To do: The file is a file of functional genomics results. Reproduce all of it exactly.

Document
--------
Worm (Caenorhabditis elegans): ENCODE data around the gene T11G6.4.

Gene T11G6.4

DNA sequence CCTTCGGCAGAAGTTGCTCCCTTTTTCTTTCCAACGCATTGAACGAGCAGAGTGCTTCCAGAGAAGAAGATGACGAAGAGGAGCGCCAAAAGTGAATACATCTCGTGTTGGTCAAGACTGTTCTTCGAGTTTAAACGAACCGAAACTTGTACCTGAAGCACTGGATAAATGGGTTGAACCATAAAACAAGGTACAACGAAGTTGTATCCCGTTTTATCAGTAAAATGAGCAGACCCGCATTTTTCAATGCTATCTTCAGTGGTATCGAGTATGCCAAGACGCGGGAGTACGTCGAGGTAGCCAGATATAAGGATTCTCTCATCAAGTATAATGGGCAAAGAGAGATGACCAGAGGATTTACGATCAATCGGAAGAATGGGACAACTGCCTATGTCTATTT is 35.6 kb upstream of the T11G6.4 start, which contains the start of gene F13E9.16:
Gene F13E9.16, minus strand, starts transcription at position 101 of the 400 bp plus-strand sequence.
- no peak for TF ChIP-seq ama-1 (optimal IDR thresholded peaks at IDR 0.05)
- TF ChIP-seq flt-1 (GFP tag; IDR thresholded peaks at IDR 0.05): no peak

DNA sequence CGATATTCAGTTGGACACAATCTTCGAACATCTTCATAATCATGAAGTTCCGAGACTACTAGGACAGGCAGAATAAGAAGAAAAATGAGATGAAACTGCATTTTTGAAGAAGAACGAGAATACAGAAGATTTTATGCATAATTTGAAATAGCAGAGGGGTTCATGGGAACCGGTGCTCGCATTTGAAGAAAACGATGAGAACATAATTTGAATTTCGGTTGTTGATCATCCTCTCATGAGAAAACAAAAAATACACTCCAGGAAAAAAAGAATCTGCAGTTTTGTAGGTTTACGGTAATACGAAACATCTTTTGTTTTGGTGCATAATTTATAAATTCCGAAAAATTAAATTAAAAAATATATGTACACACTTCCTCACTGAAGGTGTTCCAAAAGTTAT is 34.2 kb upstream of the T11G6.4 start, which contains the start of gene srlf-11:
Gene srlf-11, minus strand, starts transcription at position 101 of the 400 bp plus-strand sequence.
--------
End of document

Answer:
Worm (Caenorhabditis elegans): ENCODE data around the gene T11G6.4.

Gene T11G6.4

DNA sequence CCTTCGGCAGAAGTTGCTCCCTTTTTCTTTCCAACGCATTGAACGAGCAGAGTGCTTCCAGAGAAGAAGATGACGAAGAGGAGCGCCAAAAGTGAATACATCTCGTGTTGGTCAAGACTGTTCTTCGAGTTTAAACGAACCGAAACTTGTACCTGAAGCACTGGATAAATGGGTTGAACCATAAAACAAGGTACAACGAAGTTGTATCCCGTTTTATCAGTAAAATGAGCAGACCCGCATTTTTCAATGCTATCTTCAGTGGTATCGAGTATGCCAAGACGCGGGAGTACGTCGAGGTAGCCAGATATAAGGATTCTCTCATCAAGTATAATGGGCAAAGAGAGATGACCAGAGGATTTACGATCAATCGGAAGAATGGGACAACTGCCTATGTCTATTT is 35.6 kb upstream of the T11G6.4 start, which contains the start of gene F13E9.16:
Gene F13E9.16, minus strand, starts transcription at position 101 of the 400 bp plus-strand sequence.
- no peak for TF ChIP-seq ama-1 (optimal IDR thresholded peaks at IDR 0.05)
- TF ChIP-seq flt-1 (GFP tag; IDR thresholded peaks at IDR 0.05): no peak

DNA sequence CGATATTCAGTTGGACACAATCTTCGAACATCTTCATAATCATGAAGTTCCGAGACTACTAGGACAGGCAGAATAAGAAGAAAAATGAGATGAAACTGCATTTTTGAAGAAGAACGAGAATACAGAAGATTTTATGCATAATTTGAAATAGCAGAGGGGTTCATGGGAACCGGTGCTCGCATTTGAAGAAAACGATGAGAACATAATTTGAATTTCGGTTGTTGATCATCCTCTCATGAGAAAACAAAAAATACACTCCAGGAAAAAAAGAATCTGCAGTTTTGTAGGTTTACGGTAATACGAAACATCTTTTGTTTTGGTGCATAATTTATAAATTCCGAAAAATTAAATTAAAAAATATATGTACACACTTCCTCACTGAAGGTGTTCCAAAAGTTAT is 34.2 kb upstream of the T11G6.4 start, which contains the start of gene srlf-11:
Gene srlf-11, minus strand, starts transcription at position 101 of the 400 bp plus-strand sequence.